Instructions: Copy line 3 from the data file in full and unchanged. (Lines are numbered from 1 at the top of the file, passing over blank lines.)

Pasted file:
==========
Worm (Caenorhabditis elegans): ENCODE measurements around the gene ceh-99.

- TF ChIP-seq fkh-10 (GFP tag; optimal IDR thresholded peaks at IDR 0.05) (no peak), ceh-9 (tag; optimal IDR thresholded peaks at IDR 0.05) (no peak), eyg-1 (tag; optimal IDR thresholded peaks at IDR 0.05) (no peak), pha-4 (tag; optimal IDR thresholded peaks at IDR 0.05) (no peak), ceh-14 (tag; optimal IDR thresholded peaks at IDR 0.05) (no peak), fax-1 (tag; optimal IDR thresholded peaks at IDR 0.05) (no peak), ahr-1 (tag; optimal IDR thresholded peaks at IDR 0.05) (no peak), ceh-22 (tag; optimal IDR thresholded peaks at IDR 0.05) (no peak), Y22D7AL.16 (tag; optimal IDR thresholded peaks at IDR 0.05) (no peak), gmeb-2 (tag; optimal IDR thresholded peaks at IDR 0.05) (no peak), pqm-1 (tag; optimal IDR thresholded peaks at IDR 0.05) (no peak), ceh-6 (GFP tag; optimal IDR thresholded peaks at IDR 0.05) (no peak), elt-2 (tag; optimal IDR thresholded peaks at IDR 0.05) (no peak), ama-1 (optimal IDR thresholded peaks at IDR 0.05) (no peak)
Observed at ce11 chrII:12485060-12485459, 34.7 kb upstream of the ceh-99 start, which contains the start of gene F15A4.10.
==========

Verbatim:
Observed at ce11 chrII:12485060-12485459, 34.7 kb upstream of the ceh-99 start, which contains the start of gene F15A4.10.